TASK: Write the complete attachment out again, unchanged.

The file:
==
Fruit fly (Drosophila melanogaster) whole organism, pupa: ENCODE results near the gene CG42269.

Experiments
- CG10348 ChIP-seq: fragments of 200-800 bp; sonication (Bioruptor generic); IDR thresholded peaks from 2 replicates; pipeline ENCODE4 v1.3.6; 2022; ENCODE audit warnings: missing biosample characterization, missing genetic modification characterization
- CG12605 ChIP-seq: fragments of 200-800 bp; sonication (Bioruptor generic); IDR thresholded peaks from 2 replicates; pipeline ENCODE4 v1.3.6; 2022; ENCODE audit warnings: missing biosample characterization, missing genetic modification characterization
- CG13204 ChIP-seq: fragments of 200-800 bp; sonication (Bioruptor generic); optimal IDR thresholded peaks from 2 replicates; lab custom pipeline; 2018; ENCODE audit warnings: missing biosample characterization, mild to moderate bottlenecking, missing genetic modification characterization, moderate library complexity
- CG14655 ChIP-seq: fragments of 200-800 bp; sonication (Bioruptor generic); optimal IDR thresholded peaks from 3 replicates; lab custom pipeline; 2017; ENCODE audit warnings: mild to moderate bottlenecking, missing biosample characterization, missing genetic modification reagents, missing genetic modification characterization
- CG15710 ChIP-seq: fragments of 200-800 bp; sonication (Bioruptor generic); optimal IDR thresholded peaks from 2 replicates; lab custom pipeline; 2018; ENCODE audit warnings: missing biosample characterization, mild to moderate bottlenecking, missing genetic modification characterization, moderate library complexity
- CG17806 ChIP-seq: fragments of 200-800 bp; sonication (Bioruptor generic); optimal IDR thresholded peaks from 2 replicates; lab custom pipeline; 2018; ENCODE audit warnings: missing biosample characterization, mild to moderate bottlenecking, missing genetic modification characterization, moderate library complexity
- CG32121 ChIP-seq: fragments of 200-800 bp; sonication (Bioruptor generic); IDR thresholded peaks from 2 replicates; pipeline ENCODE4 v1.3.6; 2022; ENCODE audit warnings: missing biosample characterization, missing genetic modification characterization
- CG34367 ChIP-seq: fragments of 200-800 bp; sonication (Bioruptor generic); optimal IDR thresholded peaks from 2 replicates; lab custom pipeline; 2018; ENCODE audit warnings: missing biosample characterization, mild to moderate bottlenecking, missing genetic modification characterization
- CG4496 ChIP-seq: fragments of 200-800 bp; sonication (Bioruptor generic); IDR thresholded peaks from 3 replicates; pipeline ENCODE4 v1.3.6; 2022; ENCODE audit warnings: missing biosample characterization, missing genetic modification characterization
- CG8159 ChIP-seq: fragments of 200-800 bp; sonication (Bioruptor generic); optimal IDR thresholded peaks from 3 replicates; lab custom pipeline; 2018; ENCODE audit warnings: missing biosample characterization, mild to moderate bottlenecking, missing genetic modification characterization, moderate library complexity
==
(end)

Fruit fly (Drosophila melanogaster) whole organism, pupa: ENCODE results near the gene CG42269.

Experiments
- CG10348 ChIP-seq: fragments of 200-800 bp; sonication (Bioruptor generic); IDR thresholded peaks from 2 replicates; pipeline ENCODE4 v1.3.6; 2022; ENCODE audit warnings: missing biosample characterization, missing genetic modification characterization
- CG12605 ChIP-seq: fragments of 200-800 bp; sonication (Bioruptor generic); IDR thresholded peaks from 2 replicates; pipeline ENCODE4 v1.3.6; 2022; ENCODE audit warnings: missing biosample characterization, missing genetic modification characterization
- CG13204 ChIP-seq: fragments of 200-800 bp; sonication (Bioruptor generic); optimal IDR thresholded peaks from 2 replicates; lab custom pipeline; 2018; ENCODE audit warnings: missing biosample characterization, mild to moderate bottlenecking, missing genetic modification characterization, moderate library complexity
- CG14655 ChIP-seq: fragments of 200-800 bp; sonication (Bioruptor generic); optimal IDR thresholded peaks from 3 replicates; lab custom pipeline; 2017; ENCODE audit warnings: mild to moderate bottlenecking, missing biosample characterization, missing genetic modification reagents, missing genetic modification characterization
- CG15710 ChIP-seq: fragments of 200-800 bp; sonication (Bioruptor generic); optimal IDR thresholded peaks from 2 replicates; lab custom pipeline; 2018; ENCODE audit warnings: missing biosample characterization, mild to moderate bottlenecking, missing genetic modification characterization, moderate library complexity
- CG17806 ChIP-seq: fragments of 200-800 bp; sonication (Bioruptor generic); optimal IDR thresholded peaks from 2 replicates; lab custom pipeline; 2018; ENCODE audit warnings: missing biosample characterization, mild to moderate bottlenecking, missing genetic modification characterization, moderate library complexity
- CG32121 ChIP-seq: fragments of 200-800 bp; sonication (Bioruptor generic); IDR thresholded peaks from 2 replicates; pipeline ENCODE4 v1.3.6; 2022; ENCODE audit warnings: missing biosample characterization, missing genetic modification characterization
- CG34367 ChIP-seq: fragments of 200-800 bp; sonication (Bioruptor generic); optimal IDR thresholded peaks from 2 replicates; lab custom pipeline; 2018; ENCODE audit warnings: missing biosample characterization, mild to moderate bottlenecking, missing genetic modification characterization
- CG4496 ChIP-seq: fragments of 200-800 bp; sonication (Bioruptor generic); IDR thresholded peaks from 3 replicates; pipeline ENCODE4 v1.3.6; 2022; ENCODE audit warnings: missing biosample characterization, missing genetic modification characterization
- CG8159 ChIP-seq: fragments of 200-800 bp; sonication (Bioruptor generic); optimal IDR thresholded peaks from 3 replicates; lab custom pipeline; 2018; ENCODE audit warnings: missing biosample characterization, mild to moderate bottlenecking, missing genetic modification characterization, moderate library complexity